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Collected Essays, Volume I Hardcover – Jul 18 2013
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About the Author
Haym Soloveitchik is the Merkin Family Research Professor at Yeshiva University in New York. He is the former Director of the School of Jewish Studies at the Institute of Advanced Studies at the Hebrew University in Jerusalem and has taught at the Hebrew University, the Sorbonne, and the Ecole des Hautes Etudes en Sciences Sociales in Paris. He has published books in Hebrew on pawn broking and usury, Jewish involvement in the medieval wine trade and the use of responsa as a historical source.
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For starters, my eyes have been opened to the value of the Ashkenazi Rishonim, especially but not exclusively the Baalei Tosafos. The general trend of Yeshivos, and especially Dr Soloveitchik's forebears, is to give primacy of analysis to the Rambam, Maimonides, whose style of pure linearity lends itself to so much analysis and appreciation. Not that Rashi and the Baalei Tosafos were ever ever ever ignored; but the perception is that the focus of Soloveitchik-ian (Brisker, Yeshiva) thought was Maimonidean. And this was my focus of appreciation as well. Dr. Haym introduces the readers to the Ashkenazi world in a way that neither the Rabbinic nor the academic world ever bothered to think about in such detail and color; in halachic terms, in religious sensibility, and in cultural norms. I look forward to future volumes.
YH: In your book you attribute the emergence of the dialectical system of Talmud study that the Baalei Tosfos are known for - to Rabbeinu Tam. Could you perhaps give some insight as to how it emerged within him? Was it merely the next step, the organic – next step after Rashi’s linear approach to Talmudic study was completed – or were there other influences?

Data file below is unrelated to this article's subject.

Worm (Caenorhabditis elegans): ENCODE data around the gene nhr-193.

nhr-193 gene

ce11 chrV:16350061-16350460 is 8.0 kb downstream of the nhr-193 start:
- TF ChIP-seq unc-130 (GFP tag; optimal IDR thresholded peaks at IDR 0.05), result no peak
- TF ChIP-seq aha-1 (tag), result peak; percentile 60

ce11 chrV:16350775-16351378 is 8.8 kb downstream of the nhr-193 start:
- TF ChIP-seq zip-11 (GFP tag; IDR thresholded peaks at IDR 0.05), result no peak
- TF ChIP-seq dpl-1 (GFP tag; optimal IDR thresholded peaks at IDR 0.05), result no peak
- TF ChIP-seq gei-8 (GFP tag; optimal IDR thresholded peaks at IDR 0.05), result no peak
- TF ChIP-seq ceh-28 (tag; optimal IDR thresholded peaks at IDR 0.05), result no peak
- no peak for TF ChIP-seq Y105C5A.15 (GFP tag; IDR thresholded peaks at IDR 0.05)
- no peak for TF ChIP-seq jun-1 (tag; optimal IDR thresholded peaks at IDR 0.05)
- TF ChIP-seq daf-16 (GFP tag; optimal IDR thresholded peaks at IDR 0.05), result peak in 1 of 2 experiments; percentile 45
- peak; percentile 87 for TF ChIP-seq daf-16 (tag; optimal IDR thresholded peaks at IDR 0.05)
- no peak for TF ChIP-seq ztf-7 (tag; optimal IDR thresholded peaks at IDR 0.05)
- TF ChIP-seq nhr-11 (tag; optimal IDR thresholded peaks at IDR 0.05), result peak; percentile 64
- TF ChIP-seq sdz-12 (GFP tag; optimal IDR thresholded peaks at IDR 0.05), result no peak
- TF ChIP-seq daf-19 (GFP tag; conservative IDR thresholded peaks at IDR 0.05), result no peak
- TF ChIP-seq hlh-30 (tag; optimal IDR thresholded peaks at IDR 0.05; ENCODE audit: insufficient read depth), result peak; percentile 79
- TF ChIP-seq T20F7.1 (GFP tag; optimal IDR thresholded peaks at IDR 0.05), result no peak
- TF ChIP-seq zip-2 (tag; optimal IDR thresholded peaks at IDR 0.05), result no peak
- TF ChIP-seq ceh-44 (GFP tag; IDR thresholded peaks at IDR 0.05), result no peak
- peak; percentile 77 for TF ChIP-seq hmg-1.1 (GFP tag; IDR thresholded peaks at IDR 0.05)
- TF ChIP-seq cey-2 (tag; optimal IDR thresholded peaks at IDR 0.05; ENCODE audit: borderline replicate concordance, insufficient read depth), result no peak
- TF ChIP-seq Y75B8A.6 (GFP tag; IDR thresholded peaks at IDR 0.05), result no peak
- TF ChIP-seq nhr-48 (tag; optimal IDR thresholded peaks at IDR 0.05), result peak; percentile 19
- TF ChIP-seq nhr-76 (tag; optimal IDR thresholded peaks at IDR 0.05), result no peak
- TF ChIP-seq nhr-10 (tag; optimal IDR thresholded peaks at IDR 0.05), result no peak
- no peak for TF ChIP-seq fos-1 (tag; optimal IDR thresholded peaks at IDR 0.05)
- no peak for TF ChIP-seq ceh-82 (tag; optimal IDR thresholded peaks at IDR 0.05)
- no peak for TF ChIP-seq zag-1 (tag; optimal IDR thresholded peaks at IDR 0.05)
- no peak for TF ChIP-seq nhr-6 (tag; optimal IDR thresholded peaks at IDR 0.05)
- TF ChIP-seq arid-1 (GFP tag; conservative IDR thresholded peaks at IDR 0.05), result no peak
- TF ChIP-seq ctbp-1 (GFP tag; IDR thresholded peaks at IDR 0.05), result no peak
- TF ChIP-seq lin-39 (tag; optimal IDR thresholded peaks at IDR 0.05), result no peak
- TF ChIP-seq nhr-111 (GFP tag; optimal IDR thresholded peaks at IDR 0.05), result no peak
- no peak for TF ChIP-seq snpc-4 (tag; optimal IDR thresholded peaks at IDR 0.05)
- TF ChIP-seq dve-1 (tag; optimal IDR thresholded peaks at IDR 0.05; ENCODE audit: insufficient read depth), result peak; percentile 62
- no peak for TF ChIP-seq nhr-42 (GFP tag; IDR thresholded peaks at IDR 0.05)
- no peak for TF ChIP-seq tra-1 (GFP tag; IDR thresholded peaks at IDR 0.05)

DS: There is nothing inevitable with the emergence of any method, though, one could reasonably argue that you can only begin a systematic comparison of parallel sugyot noting the discrepancies between them if you are confident that you have understood each sugya fully –and Rashi’s commentary gave people that confidence. However, such a confidence is a necessary but not sufficient condition for the emergence of the Baalei HaTosafos. Rashi’s commentary arrived in Yemen in the mid-12th century, yet no Tosafos movement emerged there.
YH: How would you characterize the approach of the Baalei ha-Tosafos in contrast to, say, the Geonim?
HS. They worked on different assumptions. They were aware of contradictions between sugyas and occasionally attempted to resolve them. However, in instances of conflict, the Geonim generally privileged, what was called ‘the sugya de-shemattsa.’ There was a major, controlling sugya where the issue is discussed in the fullest manner, and the halakhah is in accord with the upshot of this sugya. Other minor sugyas, if they contradicted the major one, were not to be heeded
The assumption of Rabbeinu Tam, on the other hand, was that there were no minor sugyot; all parallel sugyos were of equal standing and form together a harmonious whole. The correct interpretation of any sugya was the one which best fits in, best harmonizes with all the parallel ones.
YH: What about Rashi? Where did he stand in this divide between the Gaonim and Rabbeinu Tam?
DS: Rashi is first and foremost a mefaresh, an exegete. His task is to explain the Gemara sugya after sugya, masechta after masechta. He worked vertically as it were, while Rabbeinu Tam worked horizontally – searching out all sugyas in Shas on a topic and integrating them into a single whole. To be sure, Rashi forfended certain contradictions with a word or to, thus answering questions before they appeared. But there is a difference between noticing contradictions in the course of explaining a masseschta and setting out initially to compare all sugyas in Shas on a given topic testing whether or not they are in agreement.
YH: But you are squarely putting Rashi in the Gaonim’s camp?
DS: I have not found dialectic in Rashi’s teshuvos.
YH: So perhaps, Rabbeinu Tam got the idea from Rashi as well, because you don’t find Rashi saying,” This is a minority text.”
DS: Rashi equally did not use ‘im tomar, ve-yesh lomar’. The test is not what a person says or doesn’t say, but what he, in fact, does, and Rashi doesn’t ‘do’ dialectic in his teshuvos or in his commentaries. Admittedly, you cannot speak with certainty as to what he theoretically held. However, you certainly can say that Rashi sees his task as that of an exegete, providing line by line explication of a sugya.
His breath of knowledge, applied with a mastery of the language to a host of unresearched topics, leaves one speechless.